Having the season come full circle with Mags falling prey to the same deadly “apple pie” brew that she used to kill Walt McCready in episode one was perhaps a too-neat bit of writing, but it felt more of a real ending than the messy shootout of season one. And though they give themselves a few loose ends to work with, the writers are now faced with the challenge of rebuilding for season three. The bar has been set awfully high.


Stray observations:

  • FX wasn’t able to get finale screeners out to critics, so this is getting posted a little later than usual. (And perhaps a little sloppier, too.) The one benefit of seeing it live: This was the first time I saw an episode in HD all season, and it gave me an appreciation of the show’s strong visual style that I hadn’t gotten on the screeners.
  • One loose thread: What of Doyle’s right-hand man? Money and the likelihood of a big promotion give him the motivation to turn Doyle over to Boyd, but that seems to be a red herring. Is this set-up for next season?
  • Speaking of next season, where’s the Frankfort Mob? And with the Bennetts out of the picture, whom do they have to kill?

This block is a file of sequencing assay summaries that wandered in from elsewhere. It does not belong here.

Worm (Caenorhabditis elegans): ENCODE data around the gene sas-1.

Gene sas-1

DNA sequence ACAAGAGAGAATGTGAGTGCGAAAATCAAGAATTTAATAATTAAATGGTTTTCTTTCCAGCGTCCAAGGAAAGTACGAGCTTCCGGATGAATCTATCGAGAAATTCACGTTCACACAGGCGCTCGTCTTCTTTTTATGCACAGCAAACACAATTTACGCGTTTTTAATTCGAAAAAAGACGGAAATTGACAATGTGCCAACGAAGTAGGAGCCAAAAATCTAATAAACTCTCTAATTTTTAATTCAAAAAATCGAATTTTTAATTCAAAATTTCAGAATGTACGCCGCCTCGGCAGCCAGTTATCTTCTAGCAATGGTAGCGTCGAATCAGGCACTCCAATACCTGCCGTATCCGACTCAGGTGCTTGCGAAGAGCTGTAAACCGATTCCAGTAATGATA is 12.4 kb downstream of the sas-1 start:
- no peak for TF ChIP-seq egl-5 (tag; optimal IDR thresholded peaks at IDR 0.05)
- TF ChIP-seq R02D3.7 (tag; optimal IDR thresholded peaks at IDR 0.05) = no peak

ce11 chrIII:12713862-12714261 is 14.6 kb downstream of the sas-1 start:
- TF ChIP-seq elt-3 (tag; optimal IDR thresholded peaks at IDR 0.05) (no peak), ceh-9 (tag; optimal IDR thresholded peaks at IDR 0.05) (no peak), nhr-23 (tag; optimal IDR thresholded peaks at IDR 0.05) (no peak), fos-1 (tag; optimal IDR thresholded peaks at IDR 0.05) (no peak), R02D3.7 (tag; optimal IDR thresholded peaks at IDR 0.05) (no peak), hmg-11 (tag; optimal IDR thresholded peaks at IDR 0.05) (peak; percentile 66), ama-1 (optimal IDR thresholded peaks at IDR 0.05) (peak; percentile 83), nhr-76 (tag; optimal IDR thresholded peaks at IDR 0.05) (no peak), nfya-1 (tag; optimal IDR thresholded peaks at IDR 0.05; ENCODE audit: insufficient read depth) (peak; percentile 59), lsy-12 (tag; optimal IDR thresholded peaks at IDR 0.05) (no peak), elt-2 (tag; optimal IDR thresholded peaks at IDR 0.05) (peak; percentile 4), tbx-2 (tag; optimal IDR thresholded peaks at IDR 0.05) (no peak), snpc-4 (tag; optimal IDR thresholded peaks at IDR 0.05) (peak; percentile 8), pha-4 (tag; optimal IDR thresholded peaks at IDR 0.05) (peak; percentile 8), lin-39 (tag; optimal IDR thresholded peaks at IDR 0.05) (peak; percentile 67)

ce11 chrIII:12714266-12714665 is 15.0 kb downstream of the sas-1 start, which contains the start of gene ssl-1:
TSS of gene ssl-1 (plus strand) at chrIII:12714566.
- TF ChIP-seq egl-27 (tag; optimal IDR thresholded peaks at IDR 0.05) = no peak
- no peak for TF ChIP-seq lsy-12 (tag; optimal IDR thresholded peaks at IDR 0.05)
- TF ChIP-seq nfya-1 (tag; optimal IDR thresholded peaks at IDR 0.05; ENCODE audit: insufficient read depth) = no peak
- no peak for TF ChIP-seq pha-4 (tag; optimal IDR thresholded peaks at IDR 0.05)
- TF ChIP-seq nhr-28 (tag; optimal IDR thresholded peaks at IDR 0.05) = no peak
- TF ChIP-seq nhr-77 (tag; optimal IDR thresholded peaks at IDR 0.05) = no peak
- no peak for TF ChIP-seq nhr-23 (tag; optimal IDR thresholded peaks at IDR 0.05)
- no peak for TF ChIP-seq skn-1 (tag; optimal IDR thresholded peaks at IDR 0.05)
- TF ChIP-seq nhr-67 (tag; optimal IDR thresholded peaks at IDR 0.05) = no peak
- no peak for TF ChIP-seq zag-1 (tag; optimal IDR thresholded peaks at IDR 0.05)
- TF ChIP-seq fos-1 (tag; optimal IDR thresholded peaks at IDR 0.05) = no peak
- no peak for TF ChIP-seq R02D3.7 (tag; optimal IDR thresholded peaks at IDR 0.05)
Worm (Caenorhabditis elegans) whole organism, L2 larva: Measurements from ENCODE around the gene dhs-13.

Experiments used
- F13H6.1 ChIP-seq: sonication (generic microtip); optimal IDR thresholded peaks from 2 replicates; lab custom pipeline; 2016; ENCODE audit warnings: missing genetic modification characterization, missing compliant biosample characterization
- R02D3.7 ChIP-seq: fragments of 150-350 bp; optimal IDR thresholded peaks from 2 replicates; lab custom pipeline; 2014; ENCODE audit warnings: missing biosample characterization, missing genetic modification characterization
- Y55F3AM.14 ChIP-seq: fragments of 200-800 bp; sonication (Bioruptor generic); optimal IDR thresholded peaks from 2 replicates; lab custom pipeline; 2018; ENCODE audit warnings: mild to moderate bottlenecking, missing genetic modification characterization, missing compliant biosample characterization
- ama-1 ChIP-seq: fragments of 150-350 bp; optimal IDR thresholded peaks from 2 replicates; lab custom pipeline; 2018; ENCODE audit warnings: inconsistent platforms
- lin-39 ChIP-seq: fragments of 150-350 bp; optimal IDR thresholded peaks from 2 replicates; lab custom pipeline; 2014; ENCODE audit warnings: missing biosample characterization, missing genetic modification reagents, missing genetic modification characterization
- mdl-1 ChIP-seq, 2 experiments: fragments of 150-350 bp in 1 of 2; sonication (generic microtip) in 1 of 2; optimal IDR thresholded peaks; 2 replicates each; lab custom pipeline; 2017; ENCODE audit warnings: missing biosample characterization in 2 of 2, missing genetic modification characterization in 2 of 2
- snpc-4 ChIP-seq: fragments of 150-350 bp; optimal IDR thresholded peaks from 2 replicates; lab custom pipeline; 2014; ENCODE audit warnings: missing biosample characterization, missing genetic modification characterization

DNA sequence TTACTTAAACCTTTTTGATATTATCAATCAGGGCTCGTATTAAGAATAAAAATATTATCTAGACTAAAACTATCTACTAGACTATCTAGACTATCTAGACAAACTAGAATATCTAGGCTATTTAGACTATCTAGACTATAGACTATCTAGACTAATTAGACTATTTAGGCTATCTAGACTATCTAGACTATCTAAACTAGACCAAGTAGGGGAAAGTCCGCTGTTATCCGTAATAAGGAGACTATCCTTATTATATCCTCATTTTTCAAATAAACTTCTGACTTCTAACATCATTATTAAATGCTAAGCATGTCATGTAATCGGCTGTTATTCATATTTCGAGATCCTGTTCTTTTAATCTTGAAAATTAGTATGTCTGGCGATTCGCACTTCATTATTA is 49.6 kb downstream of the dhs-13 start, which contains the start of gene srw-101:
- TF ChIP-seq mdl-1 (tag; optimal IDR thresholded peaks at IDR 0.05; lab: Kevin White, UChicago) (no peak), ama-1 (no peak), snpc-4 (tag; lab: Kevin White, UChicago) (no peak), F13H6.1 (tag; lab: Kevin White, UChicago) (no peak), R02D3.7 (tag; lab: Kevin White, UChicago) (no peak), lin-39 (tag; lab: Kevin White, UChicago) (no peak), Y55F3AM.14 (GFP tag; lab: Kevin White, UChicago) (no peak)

• Another loose (but let’s face it, not really) thread: Gutshot Ava. I assume she’ll survive the wound. A clinic doctor’s life depends on it.
  • Great tension in the scene between Winona and Art, as Winona tries to convince him to save Raylan from harm. We find out much later that Art decides to honor her request, but he’s still so angry over her shenanigans that he lets her stew for a while.
  • Between this and Hobo With A Shotgun, I’ve now seen two scenes this week featuring a man hung by his ankles and treated like a human piñata. Has this become a recreational sport for sadists?
  • “Put an end to my troubles. Get to see my boys again. Get to know the mystery.” Lovely end to a brilliant Martindale performance.